Monday A 40 percent chance of light rain before 8am. Cloudy, with a high near 45. Wind chill values between 30 and 40 early. Northeast wind 5 to 7 mph becoming west in the afternoon.
Monday Night Mostly cloudy, with a low around 38. West wind around 8 mph.
That should take care of whatever snow still lingers.
And if you live in a neighborhood where there's still snow on the ground chances are you're also outside the Citi Bike service area, which means there could be dockless bike share in your future:
We’ve released a request for expressions of interest to bring #bikeshare to new parts of the City, including the Bronx & #onStatenIsland. RFEI seeks innovative companies & ideas around “dockless” public bike share systems. More via @nycmayorsoffice: https://t.co/Tdwz4w6hE7 pic.twitter.com/CCN7yev9Cv— NYC DOT (@NYC_DOT) December 15, 2017
Mayor Bill de Blasio announced that the NYC Department of Transportation is today releasing a Request for Expressions of Interest aimed at bringing bike sharing to outer-borough neighborhoods that Citi Bike has not yet reached — including in the Bronx and on Staten Island. The RFEI seeks innovative companies and ideas around next-generation “dockless” public bike share systems. The City will continue to support and strengthen Citi Bike, and prioritize new systems that complement existing service. Citi Bike has had more than 53.5 million trips since its launch in 201
I hope the DOT plans to install a whole lot of racks, because I have a hard enough time finding somewhere to lock my bike as it is.
We can also expect the anti-bikies to use poorly-parked bikes to further their agenda, like they do in Seattle.
Yes, bicycles are a blight on the urban landscape. Cars, on the other hand, are always stored unobtrusively:
As for Citi Bike, here's a nifty data visualization tool if you're into that sort of thing:
As you might expect, crosstown trips in Manhattan are particularly popular:
The visualization also shows that the most popular routes run on the west side of Manhattan through Central Park and Chelsea Pier, as well as through Grand Central and Penn Station. Riders bike more along streets running east to west than along avenues running north to south, presumably because there are more uptown and downtown subways than crosstown trains.
There's a lot the city can do with this information:
This information can help the city decide where to direct funding for dedicated bike paths, new Citi Bike stations, and other bike-friendly interventions. Moreover, by looking at the most popular routes during different times of the day and week, the city can more effectively deploy traffic officers to ensure the safety of cyclists.
Of course "ensure the safety of cyclists" means ticket them.
And if you want all the convenience of bike share without all the pesky pedaling, one person wants to start a pedicab company but for locals:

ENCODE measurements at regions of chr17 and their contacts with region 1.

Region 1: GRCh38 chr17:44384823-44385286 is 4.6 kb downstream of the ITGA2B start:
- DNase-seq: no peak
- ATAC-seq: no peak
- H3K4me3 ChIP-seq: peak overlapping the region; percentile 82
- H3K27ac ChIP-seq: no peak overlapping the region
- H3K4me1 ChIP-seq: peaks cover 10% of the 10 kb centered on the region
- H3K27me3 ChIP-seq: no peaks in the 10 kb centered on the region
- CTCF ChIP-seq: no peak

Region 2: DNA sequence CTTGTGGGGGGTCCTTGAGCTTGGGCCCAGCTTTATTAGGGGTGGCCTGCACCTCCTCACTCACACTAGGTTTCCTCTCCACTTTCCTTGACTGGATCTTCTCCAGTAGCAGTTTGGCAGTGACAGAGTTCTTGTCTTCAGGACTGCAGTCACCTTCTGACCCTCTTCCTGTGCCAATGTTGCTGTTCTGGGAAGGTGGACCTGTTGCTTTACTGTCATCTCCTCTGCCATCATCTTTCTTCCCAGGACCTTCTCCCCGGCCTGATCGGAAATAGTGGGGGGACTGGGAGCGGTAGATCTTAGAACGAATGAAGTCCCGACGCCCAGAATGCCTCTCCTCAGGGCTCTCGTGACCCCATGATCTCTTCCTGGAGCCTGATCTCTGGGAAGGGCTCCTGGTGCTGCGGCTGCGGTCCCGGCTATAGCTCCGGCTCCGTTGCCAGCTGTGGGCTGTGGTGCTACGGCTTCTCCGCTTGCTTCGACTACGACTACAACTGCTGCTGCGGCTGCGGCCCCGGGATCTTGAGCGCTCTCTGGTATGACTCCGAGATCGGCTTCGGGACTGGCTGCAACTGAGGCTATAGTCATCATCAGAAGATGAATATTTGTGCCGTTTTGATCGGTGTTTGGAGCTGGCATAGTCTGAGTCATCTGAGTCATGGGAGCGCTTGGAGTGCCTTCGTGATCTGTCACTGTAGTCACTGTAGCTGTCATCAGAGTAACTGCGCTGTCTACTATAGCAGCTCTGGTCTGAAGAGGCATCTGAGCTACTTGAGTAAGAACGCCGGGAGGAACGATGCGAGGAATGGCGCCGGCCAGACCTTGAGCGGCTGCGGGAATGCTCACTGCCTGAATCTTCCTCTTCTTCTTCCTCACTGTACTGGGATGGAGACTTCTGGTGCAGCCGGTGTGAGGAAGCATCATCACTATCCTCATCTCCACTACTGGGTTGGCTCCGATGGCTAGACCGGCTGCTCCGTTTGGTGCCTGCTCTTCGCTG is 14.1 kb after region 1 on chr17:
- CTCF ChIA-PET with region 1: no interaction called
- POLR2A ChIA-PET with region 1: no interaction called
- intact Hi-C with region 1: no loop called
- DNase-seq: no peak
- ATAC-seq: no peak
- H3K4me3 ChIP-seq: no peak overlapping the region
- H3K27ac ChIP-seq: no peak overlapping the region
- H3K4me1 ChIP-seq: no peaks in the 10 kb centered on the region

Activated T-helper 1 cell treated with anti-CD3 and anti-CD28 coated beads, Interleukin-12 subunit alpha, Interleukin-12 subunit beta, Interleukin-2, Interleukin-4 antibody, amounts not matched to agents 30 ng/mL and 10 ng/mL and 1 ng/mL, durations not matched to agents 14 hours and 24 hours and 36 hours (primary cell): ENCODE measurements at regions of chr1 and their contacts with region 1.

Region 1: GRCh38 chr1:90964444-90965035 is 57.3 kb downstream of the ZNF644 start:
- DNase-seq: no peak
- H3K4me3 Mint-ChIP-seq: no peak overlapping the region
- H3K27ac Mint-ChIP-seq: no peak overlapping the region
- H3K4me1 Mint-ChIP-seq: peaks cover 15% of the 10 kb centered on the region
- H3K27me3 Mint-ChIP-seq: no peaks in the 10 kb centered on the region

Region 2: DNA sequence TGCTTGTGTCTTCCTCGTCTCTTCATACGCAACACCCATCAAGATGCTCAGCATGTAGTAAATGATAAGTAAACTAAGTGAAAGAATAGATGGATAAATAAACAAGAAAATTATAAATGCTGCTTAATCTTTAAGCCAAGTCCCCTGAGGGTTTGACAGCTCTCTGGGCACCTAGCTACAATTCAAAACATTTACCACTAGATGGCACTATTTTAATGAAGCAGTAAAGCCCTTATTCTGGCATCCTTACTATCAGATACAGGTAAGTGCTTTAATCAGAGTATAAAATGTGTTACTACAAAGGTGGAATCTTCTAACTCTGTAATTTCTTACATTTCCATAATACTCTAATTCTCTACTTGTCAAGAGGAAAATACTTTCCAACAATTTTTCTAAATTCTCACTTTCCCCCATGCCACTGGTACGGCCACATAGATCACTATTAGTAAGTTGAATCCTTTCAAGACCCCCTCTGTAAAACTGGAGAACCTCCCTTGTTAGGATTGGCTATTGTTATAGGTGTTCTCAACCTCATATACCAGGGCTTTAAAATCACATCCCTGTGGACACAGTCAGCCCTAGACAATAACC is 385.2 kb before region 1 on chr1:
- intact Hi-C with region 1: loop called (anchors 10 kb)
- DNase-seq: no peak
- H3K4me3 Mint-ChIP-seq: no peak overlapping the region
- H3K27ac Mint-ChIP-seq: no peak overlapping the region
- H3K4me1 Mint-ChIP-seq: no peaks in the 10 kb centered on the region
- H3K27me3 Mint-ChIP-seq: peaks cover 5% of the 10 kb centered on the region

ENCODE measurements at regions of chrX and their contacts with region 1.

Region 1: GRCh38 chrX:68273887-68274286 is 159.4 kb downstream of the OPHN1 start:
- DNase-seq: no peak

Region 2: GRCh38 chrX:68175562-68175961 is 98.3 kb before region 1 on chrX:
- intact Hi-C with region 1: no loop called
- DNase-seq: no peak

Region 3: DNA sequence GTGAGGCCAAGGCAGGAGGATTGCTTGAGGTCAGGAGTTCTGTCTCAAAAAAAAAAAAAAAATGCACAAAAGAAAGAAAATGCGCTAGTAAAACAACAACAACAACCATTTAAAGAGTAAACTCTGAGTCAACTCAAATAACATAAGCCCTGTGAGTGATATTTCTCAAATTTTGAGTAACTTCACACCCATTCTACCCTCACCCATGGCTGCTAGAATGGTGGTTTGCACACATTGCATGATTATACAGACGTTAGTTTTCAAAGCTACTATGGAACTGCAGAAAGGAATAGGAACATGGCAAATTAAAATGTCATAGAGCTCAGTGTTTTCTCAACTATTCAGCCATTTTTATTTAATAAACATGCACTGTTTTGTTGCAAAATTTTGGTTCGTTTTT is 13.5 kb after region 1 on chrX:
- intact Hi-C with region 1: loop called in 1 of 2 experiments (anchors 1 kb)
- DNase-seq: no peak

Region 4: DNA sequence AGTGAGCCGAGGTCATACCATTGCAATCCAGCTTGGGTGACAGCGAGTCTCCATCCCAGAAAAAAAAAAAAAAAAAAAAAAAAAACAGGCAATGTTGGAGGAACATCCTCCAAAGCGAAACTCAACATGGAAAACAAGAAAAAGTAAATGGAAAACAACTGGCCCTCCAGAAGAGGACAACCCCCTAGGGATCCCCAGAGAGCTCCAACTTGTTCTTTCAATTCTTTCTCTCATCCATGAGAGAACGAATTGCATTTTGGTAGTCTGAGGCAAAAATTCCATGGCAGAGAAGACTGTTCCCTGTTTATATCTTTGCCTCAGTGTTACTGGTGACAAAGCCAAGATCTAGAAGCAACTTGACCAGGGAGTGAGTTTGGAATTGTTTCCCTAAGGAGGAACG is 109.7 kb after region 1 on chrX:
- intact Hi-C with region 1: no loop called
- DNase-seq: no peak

His service, dubbed Host (for “hop on short trips”), would be a different beast from the pedicabs that hover around Central Park offering $5-a-minute rides to out-of-towners. “We’re not interested in tourism,” Thomashow said. “We’re interested in last-mile and neighborhood-level transportation.”
He plans to launch in the spring with a fleet of 20 pedicabs in the Village, and build word of mouth by offering free weekend-evening rides using the Host app. In addition to being emissions-free, the pedicabs could move faster than taxis at rush hour, he said, especially if Host were allowed to use electric-assist tricycles and bike lanes. Thomashow said he has been talking to city regulators and thinks the rules preventing these practices are ripe for change.
Yeah, fat chance:
It's practically 2018, and here's the mayor doubling down on a crackdown based entirely on anecdotes:
A group of delivery workers based in Brooklyn and Manhattan came out to the town hall in the hopes that de Blasio will change course. De Quan Lu, who runs the Chinese Mutual Group, an organization for Fujianese delivery workers, asked the mayor about the status of the e-bike crackdown.
De Blasio said he sympathized with delivery workers afraid to lose their livelihoods but won’t adjust his plans. “I know a lot of hard working people, such as are represented here, have the electronic bicycles, have been using them as part of their work, and I do appreciate that it’s been important to their livelihood,” de Blasio said. “Everyone knows how congested our streets and our sidewalks are, and there’s been a number of incidents, unfortunately, that have made people feel very unsafe when the electric bikes are being used.”
De Blasio did not cite any specific incidents. The city has yet to substantiate the assertion that electric bikes pose a genuine public safety hazard, failing to provide any data.
He's right, the streets certainly are congested. If only there were some way to mitigate that congestion while simultaneously generating money for our ailing transit system...
Ah, it'll never happen. Better ban ebikes and tell people to use cars instead:
“We don’t want to see the little guy, the average working person, have to deal with the fines,” he said. “We do want to see the businesses stop using these electric bikes. They can still use cars, they can still use regular bicycles. There’s still ways to make deliveries and to keep people in their employment, but the electric bikes are not legal and are not safe.”
So if after reading all that you exclaimed "Are you freaking kidding me?!?" then head on down to the rally this morning:
I wonder if they'll be checking for ebikes.